Bay Street in Canada's financial district is shown in Toronto on Wednesday, March 18, 2020. THE CANADIAN PRESS/Nathan Denette

S&P/TSX composite again creeps higher as investors digest solid November gains

S&P/TSX composite again creeps higher as investors digest solid November gains

TORONTO — Canada’s main index crept higher again Thursday on a broad-based rally as investors continued to digest November’s solid gains.

The S&P/TSX composite index closed up 39.81 points to 17,398.02. It reached an intraday high of 17,452.85 that’s 2.9 per cent below February’s record level.

The market is looking for the next catalyst to determine its path forward, said Mike Archibald, vice-president and portfolio manager with AGF Investments Inc.

“Clearly we’re getting into the part of the calendar where volumes typically start to lighten up a little bit and the seasonal tailwinds of December are usually pretty good,” he said in an interview.

“So it wouldn’t surprise me still to see a bit of a pause here, just given how strong November was, but in terms of today, it continues to be just a slight grind higher, which is really what we’ve seen for the last week and a half.”

Vaccines and a U.S. stimulus packages remain key drivers of broader market sentiment as they would help the economy to return to normalcy following the impact of COVID-19.

A quicker pace of inoculations will favour reopening sectors such as energy, industrials, financials and materials. Technology and stay-at-home names will likely underperform.

Archibald expects a U.S. stimulus package will come in the next six to eight weeks as the Democrats and Republicans argue over its size.

“The question is, does that happen before Christmas where the need is the greatest or does it happen after inauguration,” he said.

Archibald said he expected more profit-taking coming into December before a typical Santa Claus rally as the year winds down.

“The market does remain fairly overbought here in the short-term. So, I think it it pays to be a little bit patient before really, aggressively putting more capital, to work,” he said.

In New York, the Dow Jones industrial average was up 85.73 points at 29,969.52. The S&P 500 index was down 2.29 points at 3,666.72, while the Nasdaq composite was up 27.81 points at 12,377.18. Both of these markets hit record highs in earlier trading.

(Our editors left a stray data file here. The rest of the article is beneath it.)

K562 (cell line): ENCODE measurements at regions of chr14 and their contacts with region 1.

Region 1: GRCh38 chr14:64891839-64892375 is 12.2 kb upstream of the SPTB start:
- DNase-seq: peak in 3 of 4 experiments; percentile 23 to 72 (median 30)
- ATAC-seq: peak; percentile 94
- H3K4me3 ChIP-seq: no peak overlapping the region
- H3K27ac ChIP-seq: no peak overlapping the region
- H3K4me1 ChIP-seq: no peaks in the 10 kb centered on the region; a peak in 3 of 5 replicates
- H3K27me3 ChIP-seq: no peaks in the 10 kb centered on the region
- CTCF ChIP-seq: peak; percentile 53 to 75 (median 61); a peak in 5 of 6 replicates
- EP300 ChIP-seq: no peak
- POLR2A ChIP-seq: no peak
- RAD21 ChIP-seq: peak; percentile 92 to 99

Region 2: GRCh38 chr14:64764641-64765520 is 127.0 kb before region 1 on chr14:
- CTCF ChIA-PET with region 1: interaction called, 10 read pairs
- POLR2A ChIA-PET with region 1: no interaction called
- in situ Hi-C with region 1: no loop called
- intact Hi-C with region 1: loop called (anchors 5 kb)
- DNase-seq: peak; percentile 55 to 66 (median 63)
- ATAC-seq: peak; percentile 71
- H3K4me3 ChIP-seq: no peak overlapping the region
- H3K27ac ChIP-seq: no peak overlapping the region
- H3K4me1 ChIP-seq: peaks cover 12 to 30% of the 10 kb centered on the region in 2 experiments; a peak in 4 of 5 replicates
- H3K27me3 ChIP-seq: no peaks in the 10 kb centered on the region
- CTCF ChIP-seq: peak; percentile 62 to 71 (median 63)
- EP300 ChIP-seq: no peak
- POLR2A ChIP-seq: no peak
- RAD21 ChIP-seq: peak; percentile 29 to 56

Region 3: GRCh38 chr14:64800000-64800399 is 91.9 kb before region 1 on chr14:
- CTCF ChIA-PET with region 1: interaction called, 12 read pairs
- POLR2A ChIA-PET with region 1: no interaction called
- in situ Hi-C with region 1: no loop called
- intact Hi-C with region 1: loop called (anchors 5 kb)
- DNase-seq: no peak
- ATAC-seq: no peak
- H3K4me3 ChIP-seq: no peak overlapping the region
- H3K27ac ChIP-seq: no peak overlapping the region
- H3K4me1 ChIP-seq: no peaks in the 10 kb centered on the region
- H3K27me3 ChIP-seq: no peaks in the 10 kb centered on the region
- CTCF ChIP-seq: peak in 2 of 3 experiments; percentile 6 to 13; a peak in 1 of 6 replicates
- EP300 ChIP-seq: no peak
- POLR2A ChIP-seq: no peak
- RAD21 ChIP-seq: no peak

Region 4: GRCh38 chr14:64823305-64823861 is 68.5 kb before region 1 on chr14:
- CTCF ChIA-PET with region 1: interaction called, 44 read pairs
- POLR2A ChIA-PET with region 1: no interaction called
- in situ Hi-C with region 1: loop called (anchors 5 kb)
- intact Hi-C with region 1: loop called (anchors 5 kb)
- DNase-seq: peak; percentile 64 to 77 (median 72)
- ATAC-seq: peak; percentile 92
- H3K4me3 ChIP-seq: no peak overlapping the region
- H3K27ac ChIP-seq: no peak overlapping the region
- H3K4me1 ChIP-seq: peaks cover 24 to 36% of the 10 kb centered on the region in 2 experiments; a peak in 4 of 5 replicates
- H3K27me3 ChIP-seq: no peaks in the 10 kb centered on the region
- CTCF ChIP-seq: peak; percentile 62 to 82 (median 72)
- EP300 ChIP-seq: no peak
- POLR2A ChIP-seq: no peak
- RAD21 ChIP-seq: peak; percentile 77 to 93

The Canadian dollar traded for 77.64 cents US compared with 77.32 cents US on Wednesday when it reached its highest level since October 2018.

Ten of the 11 major sectors of the TSX were higher.

Industrials were pushed up by WSP Global shares surging 11.6 per cent following a $1.5-billion deal to buy Ontario’s Golder Associates. Air Canada’s shares were up 5.2 per cent.

Energy was on the upswing after OPEC plus Russia agreed to increase oil production by 500,000 barrels a day from January and said they would meet monthly to decide further output levels.

“We’re not flooding the market with more oil at the moment, which I think is a good thing because, demand has clearly not fully recovered,” Archibald said.

And the fact that the cartel was able to reach an agreement shows that countries can continue to work together to bring supply back onto the market in a “rational fashion.”

Shares of Crescent Point Energy Corp. responded by increasing 3.4 per cent while Suncor Energy Inc. and Canadian Natural Resources Ltd. were up 1.8 and 1.4 per cent, respectively, on high volumes.

The January crude contract was up 36 cents at US$45.64 per barrel and the January natural gas contract was down 27.3 cents at nearly US$2.51 per mmBTU.

Materials was the lone losing sector, falling 0.55 per cent even though gold prices rose on the prospect of more deficit spending on stimulus in the U.S.

The February gold contract was up US$10.90 at US$1,841.10 an ounce and the March copper contract was up 0.15 of a cent at US$3.49 a pound.

This report by The Canadian Press was first published Dec. 3, 2020.


Ross Marowits, The Canadian Press


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